pill

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Related to pills: piles, Birth control pills
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pill

1. slang An unsavory, unpleasant, or difficult person. Tom is such a pill, but I have to work with him to get this project finished, unfortunately. Our three-year-old can be the sweetest little girl in the world, but she can be a real pill at times too.
2. informal Some fact or piece of information that is particularly bad, unpleasant, or dissatisfactory. Used in phrases such as "sweeten the pill" or "a bitter pill to swallow," etc. Getting a poor performance review was a bitter pill to swallow, but it made me a better worker. I have to tell my mom about wrecking her car, but I need to find a way to sweeten the pill first.
3. slang A barbiturate or amphetamine in tablet form. Usually used in the plural. I smoked a little weed when I was in college, but I never touched pills. Everyone at the rave was hopped up on pills.
4. slang Any ball used in sports. He hit the pill with such force that his bat shattered. My love of football started when I was a kid, when my dad would take me in the back yard to throw the pill around.

the pill

1. The birth control pill (an oral contraceptive that inhibits ovulation to prevent conception). I tried the pill for a while in college, but it really didn't agree with my body. A: "Why on worth wouldn't you use a condom, dude?" B: "She told me she was on the pill!"
2. Some fact or piece of information that is particularly bad, unpleasant, or dissatisfactory. Used exclusively in constructions like "sweeten the pill," "sugar-coat the pill," etc. The bosses are giving everyone an extra 10% bonus this year, but I suspect it's a way of sugar-coating the pill that there will be massive pay cuts in January. I have to tell my mom about wrecking her car, but I need to find a way to sweeten the pill first.
See also: pill
Farlex Dictionary of Idioms. © 2015 Farlex, Inc, all rights reserved.

pill

1. and the pill n. a birth control pill. (Always with the in this sense.) The pill has really changed my life.
2. n. a tobacco cigarette; a marijuana cigarette. I’ll trade you a pill for a match.
3. n. a drug in capsule form. The doctor prescribed these pills.
4. n. a football. Fred kicked the pill through the goal and won the game.

the pill

verb
See pill
See also: pill
McGraw-Hill's Dictionary of American Slang and Colloquial Expressions Copyright © 2006 by The McGraw-Hill Companies, Inc. All rights reserved.
See:
References in classic literature ?
"Your scholars must have to take a lot of pills," remarked Dorothy, thoughtfully.
I believe the students would rather take the pills than study, and certainly the pills are a more effective method.
What would Sonya have done without the glad consciousness that she had not undressed during the first three nights, in order to be ready to carry out all the doctor's injunctions with precision, and that she still kept awake at night so as not to miss the proper time when the slightly harmful pills in the little gilt box had to be administered?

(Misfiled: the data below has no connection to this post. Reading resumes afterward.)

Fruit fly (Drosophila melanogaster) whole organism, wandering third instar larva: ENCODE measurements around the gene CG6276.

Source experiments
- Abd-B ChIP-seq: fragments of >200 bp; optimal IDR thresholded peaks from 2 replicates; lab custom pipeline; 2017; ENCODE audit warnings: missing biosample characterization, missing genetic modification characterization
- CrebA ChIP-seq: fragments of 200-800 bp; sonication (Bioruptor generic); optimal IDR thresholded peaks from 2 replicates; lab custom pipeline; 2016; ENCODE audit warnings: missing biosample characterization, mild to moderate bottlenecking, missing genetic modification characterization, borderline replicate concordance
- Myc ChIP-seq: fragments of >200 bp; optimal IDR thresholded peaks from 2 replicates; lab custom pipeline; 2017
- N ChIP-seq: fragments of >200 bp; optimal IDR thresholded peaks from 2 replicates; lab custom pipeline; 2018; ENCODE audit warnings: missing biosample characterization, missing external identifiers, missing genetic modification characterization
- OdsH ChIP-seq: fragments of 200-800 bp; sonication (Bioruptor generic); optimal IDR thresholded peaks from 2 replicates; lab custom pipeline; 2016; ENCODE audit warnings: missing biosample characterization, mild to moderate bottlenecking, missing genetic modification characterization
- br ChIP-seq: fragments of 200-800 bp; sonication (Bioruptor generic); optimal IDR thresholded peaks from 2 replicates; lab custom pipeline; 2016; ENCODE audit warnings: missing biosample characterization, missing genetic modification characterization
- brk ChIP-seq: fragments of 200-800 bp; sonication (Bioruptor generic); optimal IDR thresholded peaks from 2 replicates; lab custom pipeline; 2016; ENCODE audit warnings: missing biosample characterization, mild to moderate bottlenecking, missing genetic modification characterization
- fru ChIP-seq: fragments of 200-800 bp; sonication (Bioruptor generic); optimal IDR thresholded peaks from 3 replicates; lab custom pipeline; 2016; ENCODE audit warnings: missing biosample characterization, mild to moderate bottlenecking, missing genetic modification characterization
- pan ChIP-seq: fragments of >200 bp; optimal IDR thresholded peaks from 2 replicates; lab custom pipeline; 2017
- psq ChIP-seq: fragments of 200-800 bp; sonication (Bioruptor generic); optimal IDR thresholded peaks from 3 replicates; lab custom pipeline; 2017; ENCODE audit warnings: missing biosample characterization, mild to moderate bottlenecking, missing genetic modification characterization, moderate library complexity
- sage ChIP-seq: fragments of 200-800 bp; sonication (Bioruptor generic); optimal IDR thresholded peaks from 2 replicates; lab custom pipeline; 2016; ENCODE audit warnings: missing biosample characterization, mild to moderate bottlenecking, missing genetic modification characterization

In spite of the many pills she swallowed and the drops and powders out of the little bottles and boxes of which Madame Schoss who was fond of such things made a large collection, and in spite of being deprived of the country life to which she was accustomed, youth prevailed.
"He must be a powerful Sorcerer!" exclaimed the Tin Woodman; "and since the powder proved a success we ought to have confidence in the pills."
"Then the pills are of no use to us," wailed the Pumpkinhead; "and this fact overwhelms me with grief.
"Now, Doctor," turning to me, "are those ordinary pills?"
"I will now cut one of these pills in two," said Holmes, and drawing his penknife he suited the action to the word.
She spoke of school, and of the automobile, and of how her head ached; but very soon her voice trailed into silence under the blessed influence of the little white pills she had swallowed.
"Well, ma'am, I'm willing to give her a pill, if you think best.
He had been made to accept Saunders McNitre, Luke Waters, Giles Jowls, Podgers' Pills, Rodgers' Pills, Pokey's Elixir, every one of her Ladyship's remedies spiritual or temporal.
Mr Twemlow returning to his sofa, lays down his aching head on its slippery little horsehair bolster, with a strong internal conviction that a painful interview is not the kind of thing to be taken after the dinner pills which are so highly salutary in connexion with the pleasures of the table.
"Would it be an indiscretion to ask to see those precious pills?" continued Beauchamp, hoping to take him at a disadvantage.
"They can't get rid of me and my Pill; they must take us.
"It is only a bread pill, you had much better take it; drink a little milk, my dear Duchess!"